By Stephanie Zacharek
By Charles Taylor
By Chris Klimek
By Chris Klimek
By Amy Nicholson
By Amy Nicholson
By Stephanie Zacharek
By Alan Scherstuhl
Nicolas Cage turns in his most pallid and unhinged performance since Leaving Las Vegas -- or, especially, Vampire's Kiss (he ate a cockroach, remember?) -- as Frank Pierce, a paramedic whose soul is battered nightly on the graveyard shift. Hell's Kitchen (set a few years ago, before Giuliani began polishing the Big Apple) is awash with carnage, and as Frank repeatedly attempts to quit, Captain Barney (Arthur Nascarella) cajoles: "Go and help the people of New York for me -- go and mop them up." As Frank becomes increasingly strung out, Barney's kind offer to fire him "tomorrow" becomes less motivating. Drowning in the morbidity and bleak humor of his profession, the guy desperately seeks a rest.
Three nights and two days with Frank and his partners illustrate just why his seams are unraveling. For starters, he is deeply haunted by the face of Rose (Cynthia Roman), a young woman he failed to save. Add in the widespread circulation of a lethal heroin mix called Red Death, raging gang wars, a crumbling state of general health, a hospital filled far beyond its capacity, and reality and nightmare become indistinguishable. Dante Ferretti's design here makes Calcutta look like Bel Air, and, unlike Patrick Swayze's doctor in City of Joy, Frank isn't parlaying philanthropy into a new lease on life. Occasionally he manages to save someone. More often, he doesn't. Thus, the title.
While Cage gets to spout some darkly hilarious lines with his trademark wide-eyed goofiness ("Why is everything a cardiac arrest? Come on, people!"), he's most engaging when paired with any of the movie's several excellent co-leads. Ving Rhames steals the show as fellow EMS technician Marcus, flashing loads of humanity through a holy roller/Barry White hybrid that would otherwise collapse into caricature. (It's worth the price of admission to watch him "heal" a smack-addled Goth punk by leading all the other bat-cavers in a prayer circle.) John Goodman (reteamed with Cage for the first time since Raising Arizona) is detached and wary as partner Larry, lending contrast to Frank's psychological spiral. Tom Sizemore brings in a disturbing element of racist violence as Tom, a paramedic who has lost the line between medicine and mauling.
Endlessly cruising through scum and filth, Frank is reminiscent of Robert De Niro's Travis Bickle from Taxi Driver a quarter-century ago, but it's satisfying to note that the comparison is fleeting. Frank is not the violent misanthrope dreamed up by Scorsese and scribe Paul Schrader (who adapts Joe Connelly's first novel here), but rather a man struggling, frequently in vain, to bring peace and life to a realm of insanity and death. His sensitivity (or craving for it) is further explored through his tentative relationship with Mary Burke (Patricia Arquette). She's a mousy former skank whose father was revived by Frank (a miracle via Sinatra) only to hover in a coma throughout the movie. Arquette fills Mary with so much sucker-punched hope that when Frank lets down his fake cheer and admits, "It's been bad lately but it's always been bad," we feel it, too. Their chemistry is deceptively simple and one of the most satisfying elements here.
Several other superb players flesh out the ensemble. Not that we need another ER, but a successful TV series could be built around Mary Beth Hurt's Nurse Constance alone. Weary and overburdened, yet razor-sharp, Constance (with Afemo Omilani's steadfastly self-aware security guard, Griss) holds Mercy Hospital together in the face of utter despair. She's like a robust female Wilbur Larch from The Cider House Rules, chopping up pathos with curt admonishment. ("Correct me if I am mistaken, but did we sell you the cocaine? Did we shove it up your nose?") On the other side of the convalescent path is Cy Coates (Cliff Curtis), a minor drug czar whose good intentions (he runs a little pad he calls the "Oasis") get stomped on just like everybody else's. Curtis, proving himself indispensable as an ethnic character actor (Three Kings, Insider), once again works wonders with a small role. It's a shame that his hussy, Kanita (Sonja Sohn), is also denied a larger part. Singer-actor Marc Anthony also pushes buttons as Noel, a dreadlocked (and frequently bloodied) childhood friend of Mary's who single-handedly symbolizes the wretched state of the neighborhood.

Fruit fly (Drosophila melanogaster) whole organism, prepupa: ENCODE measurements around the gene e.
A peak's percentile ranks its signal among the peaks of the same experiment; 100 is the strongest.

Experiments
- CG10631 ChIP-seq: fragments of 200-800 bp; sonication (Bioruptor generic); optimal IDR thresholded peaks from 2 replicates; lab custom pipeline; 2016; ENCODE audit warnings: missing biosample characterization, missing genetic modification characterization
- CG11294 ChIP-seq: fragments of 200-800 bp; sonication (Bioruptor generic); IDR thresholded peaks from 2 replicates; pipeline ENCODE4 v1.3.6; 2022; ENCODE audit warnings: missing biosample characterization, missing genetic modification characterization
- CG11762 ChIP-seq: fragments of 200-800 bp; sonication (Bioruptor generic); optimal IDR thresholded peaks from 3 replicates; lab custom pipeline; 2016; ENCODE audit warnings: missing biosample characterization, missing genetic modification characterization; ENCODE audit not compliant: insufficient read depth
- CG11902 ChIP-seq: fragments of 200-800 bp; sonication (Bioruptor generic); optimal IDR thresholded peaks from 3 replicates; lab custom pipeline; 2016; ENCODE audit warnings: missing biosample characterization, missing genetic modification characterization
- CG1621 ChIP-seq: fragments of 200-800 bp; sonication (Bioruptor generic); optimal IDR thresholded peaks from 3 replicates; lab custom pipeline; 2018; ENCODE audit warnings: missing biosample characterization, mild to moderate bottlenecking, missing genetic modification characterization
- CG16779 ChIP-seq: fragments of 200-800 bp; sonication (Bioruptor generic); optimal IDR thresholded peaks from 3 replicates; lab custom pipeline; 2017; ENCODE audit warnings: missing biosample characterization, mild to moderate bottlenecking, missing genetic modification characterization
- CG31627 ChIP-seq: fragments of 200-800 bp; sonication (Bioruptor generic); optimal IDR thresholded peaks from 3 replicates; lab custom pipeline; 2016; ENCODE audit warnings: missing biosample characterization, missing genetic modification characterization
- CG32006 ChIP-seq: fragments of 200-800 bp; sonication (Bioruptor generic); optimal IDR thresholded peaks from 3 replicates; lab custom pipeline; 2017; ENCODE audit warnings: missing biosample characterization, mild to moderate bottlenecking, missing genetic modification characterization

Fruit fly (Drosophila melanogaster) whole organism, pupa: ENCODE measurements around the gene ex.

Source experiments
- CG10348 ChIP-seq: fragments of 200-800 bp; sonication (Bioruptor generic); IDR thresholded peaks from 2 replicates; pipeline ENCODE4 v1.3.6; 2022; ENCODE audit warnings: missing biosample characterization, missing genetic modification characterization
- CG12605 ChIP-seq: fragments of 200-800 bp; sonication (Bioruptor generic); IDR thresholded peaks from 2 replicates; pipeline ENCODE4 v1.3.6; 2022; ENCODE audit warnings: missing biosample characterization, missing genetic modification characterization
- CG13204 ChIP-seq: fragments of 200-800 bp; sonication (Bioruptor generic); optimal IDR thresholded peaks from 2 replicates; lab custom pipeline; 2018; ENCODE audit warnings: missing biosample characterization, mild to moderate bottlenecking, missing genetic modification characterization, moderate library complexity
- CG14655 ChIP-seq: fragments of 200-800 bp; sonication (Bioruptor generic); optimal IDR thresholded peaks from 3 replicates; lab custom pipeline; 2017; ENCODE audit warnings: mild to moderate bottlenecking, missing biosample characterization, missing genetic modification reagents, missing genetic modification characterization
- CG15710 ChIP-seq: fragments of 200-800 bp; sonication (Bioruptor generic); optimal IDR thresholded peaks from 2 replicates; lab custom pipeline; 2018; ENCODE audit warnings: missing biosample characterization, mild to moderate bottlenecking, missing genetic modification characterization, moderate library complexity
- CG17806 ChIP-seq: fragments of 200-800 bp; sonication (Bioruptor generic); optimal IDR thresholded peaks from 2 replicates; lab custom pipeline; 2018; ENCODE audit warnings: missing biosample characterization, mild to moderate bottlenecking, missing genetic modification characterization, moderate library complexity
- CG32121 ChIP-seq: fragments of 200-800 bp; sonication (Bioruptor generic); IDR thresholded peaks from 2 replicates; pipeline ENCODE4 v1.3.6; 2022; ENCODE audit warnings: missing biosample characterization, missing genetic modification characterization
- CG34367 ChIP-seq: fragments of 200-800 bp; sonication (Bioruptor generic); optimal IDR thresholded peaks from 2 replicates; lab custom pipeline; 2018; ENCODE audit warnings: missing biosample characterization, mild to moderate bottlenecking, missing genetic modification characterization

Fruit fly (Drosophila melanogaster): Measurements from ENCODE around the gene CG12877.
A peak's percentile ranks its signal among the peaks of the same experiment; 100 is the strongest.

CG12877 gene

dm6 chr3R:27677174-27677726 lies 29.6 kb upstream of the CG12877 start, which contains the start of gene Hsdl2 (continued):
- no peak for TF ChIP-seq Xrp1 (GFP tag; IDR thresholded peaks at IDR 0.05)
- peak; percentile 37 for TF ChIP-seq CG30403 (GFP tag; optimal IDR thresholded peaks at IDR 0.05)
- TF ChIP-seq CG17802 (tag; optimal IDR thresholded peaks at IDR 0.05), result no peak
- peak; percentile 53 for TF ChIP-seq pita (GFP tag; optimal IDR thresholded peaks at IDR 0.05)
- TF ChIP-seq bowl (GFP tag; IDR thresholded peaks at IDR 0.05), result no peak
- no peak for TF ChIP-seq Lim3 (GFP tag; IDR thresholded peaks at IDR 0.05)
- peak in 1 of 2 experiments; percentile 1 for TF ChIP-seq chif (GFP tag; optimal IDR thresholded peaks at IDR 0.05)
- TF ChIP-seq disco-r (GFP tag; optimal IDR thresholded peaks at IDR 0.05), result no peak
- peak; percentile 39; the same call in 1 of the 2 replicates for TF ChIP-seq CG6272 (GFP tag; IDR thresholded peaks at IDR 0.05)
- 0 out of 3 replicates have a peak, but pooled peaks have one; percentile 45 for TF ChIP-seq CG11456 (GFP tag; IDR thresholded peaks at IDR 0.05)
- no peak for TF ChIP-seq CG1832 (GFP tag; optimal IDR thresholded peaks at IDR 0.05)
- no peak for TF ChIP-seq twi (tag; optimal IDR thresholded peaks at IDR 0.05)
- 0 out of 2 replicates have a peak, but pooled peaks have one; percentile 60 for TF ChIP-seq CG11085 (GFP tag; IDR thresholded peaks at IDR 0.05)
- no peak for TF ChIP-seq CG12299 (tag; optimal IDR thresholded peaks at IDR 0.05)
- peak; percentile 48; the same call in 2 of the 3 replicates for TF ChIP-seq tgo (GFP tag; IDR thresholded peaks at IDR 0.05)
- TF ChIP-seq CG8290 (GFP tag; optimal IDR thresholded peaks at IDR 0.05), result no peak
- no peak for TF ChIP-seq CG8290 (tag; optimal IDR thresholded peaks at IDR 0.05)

Amazingly these complex turns barely hint at the wealth of material and characterization littered throughout Bringing Out the Dead, so it should be a scintillating entertainment, right? Well sort of. Try schizophrenic. Despite moments of gritty greatness that rival Scorsese's best, the movie is severely hampered by please-everyone syndrome, especially in the editing and choice of music. Rather than running with just Elmer Bernstein's score (schmaltzy echoes of '60s cop shows), the producers have decided to bombard us with a ludicrous stream of poorly juxtaposed rock songs. The pace of the movie is ruined by this fervid, multigenerational marketing scheme. Why not just cut out the dull, redundant bits?
Excluding a strange and utterly unnecessary racial slur hurled at a turbaned taxi driver, Bringing Out the Dead is comprised of some profoundly compassionate ideas and scenes (note Frank's hallucinations and the guilt theme). It would be nice to gush poetically over it, to say things like: "Graffiti and derelicts hover like a beckoning penance" or "This rumination upon mortality reawakens the soul" or (every payola-critic's standby) "A shattering triumph!" But it's much more accurate to state that this time around Marty's New York is simply a pretty cool mess. Plenty of soulful blood is splattered, but only about half of it congeals.
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